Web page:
Leptospirosis (lep’to-spi-ro´sis) is a bacterial disease caused by the genus Leptospira. It is considered the most common zoonosis in the world.
Origin: Leptospirosis was first recognized as an occupational disease of sewer workers in 1883. Weil described its clinical symptoms in 1886, and Inada of Japan identified the causal agent in 1916.
Symptoms: Some infected persons may have no symptoms at all, but in others symptoms may include high fever, severe headache, chills, muscle aches, vomiting, jaundice (yellow skin and eyes), red eyes, abdominal pain, diarrhea, and rash. If left untreated, the patient could develop kidney damage, meningitis, liver failure, and/or respiratory distress. In rare cases, death occurs.
Differential Diagnosis: Dengue Fever, Encephalitis, Hantavirus Cardiopulmonary Syndrome, Hepatitis, Malaria, Meningitis, Mononucleosis, Rickettsial Disease, Typhoid Fever.
Transmission: Leptospirosis is usually contracted by exposure to water contaminated with the urine of infected animals, many of which may carry the bacterium. The leptospira organisms have been found in cattle, pigs, horses, dogs, rodents, and wild animals. The most important reservoirs are rodents, and rats are the most common source worldwide. In the United States, important leptospiral sources include dogs, livestock, rodents, wild animals, and cats. Humans become infected through contact with water, food, or soil containing urine from infected animals. This may happen by swallowing contaminated food or water, or through skin contact, especially with mucosal surfaces, such as the eyes or nose, or with broken skin. Occasionally, the organism may even enter the body through intact skin. The disease is not known to be spread from person to person.
Incubation: Sickness can occur as early as two days, or as long as four weeks following exposure. The patient may appear to recover for a time and then become ill again. If a second phase occurs, it is usually more severe than the first phase; the person may have kidney or liver failure or meningitis. This phase is also called Weil’s disease.
Duration: The illness caused by leptospirosis may last from a few days to three weeks or longer. Without treatment, recovery may take several months.
Treatment: Leptospirosis is treated with antibiotics, such as doxycycline or penicillin, which should be given early in the course of the disease. Intravenous antibiotics may be required for persons with more severe symptoms.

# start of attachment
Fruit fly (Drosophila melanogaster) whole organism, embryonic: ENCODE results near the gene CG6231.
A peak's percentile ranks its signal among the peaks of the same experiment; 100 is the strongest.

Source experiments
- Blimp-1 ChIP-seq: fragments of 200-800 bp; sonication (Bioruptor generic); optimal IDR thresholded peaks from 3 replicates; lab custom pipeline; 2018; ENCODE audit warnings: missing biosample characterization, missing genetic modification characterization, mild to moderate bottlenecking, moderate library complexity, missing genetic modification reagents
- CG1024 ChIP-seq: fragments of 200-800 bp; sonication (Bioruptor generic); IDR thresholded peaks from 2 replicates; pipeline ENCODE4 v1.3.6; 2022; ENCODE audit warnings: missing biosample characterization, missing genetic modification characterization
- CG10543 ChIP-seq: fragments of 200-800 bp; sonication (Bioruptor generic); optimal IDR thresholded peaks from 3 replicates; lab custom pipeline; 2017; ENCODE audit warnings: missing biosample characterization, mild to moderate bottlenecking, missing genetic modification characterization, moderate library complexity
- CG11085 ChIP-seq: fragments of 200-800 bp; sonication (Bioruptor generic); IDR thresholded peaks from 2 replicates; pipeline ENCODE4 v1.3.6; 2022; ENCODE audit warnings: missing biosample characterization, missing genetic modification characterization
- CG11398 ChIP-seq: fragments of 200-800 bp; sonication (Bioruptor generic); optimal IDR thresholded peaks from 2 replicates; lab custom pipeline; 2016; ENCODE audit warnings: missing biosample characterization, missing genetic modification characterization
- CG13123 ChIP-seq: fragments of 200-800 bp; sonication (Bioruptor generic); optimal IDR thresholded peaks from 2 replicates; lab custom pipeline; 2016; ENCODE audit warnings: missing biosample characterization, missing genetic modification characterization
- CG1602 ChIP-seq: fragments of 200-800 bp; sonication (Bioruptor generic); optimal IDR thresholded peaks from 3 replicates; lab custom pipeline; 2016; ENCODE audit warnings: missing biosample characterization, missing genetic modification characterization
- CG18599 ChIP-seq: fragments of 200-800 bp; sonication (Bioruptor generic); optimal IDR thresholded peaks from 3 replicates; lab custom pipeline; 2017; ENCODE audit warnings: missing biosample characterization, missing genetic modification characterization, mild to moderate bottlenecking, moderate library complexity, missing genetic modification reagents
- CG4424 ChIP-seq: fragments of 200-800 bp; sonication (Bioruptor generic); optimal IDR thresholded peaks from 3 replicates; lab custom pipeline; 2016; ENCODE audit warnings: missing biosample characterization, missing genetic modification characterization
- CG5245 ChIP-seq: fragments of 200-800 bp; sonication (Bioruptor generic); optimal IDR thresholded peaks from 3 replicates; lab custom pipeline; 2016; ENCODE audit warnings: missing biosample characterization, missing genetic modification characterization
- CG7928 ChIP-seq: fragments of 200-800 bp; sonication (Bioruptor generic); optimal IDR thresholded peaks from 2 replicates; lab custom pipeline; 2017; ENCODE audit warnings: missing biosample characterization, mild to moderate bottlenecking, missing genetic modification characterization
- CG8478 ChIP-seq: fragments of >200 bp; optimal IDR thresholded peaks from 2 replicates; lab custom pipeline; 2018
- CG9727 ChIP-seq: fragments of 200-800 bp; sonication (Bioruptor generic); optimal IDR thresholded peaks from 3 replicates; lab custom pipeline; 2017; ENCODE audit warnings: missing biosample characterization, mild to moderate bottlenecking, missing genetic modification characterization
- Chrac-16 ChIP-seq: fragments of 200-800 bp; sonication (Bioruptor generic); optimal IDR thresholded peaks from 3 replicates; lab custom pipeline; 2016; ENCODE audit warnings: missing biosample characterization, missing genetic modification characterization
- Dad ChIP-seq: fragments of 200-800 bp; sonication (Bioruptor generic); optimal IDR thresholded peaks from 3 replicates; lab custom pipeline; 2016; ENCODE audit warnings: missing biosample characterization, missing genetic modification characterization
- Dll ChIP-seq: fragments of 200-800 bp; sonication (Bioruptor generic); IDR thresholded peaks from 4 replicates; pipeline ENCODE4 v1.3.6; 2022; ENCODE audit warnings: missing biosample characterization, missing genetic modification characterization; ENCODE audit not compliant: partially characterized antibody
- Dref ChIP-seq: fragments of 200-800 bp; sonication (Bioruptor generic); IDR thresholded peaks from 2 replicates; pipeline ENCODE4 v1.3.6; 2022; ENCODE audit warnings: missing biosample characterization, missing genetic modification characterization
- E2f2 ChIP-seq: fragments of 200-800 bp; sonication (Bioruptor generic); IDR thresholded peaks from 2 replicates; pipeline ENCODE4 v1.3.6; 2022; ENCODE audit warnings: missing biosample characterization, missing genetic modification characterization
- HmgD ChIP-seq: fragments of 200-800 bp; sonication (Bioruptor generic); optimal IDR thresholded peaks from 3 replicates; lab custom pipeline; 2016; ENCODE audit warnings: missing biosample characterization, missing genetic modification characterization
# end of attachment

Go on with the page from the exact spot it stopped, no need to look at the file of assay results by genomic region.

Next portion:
Geographic Range: Leptospirosis occurs worldwide but is most common in temperate or tropical climates. The leptospires from infected animals survive best in freshwater, damp alkaline soil, vegetation, and mud with temperatures higher than 22°C.
Incidence: It is an occupational hazard for many people who work outdoors or with animals and this population accounts for 30% to 50% of human cases. Those at risk include wildlife professionals, farmers, sewer workers, veterinarians, fish workers, and military personnel. It is a recreational hazard for campers and those who participate in outdoor sports in contaminated areas and it has been associated with swimming, wading, and whitewater rafting in contaminated lakes and rivers. The incidence is also increasing among urban children. Except in areas where outbreaks have occurred, such as Hawaii in 2004, there are generally fewer than 100 cases reported in the United States annually. Massive outbreaks have occurred recently in Nicaragua (1995), and in Thailand (2000).
Prevention: The risk of acquiring leptospirosis can be greatly reduced by avoiding water that might be contaminated with animal urine. Protective clothing or footwear should be worn by those exposed to contaminated water or soil because of their job or recreational activities.
Sources: CDC, Medscape.com, and Vetmed.wisc.edu.
NOTE: The International Leptospirosis Society (ILS) was formed in 1994 to promote knowledge on leptospirosis through the organisation of regional and global leptospirosis meetings. For free membership and information go to < http://www.med.monash.edu.au/microbiology/staff/adler/ils.html > .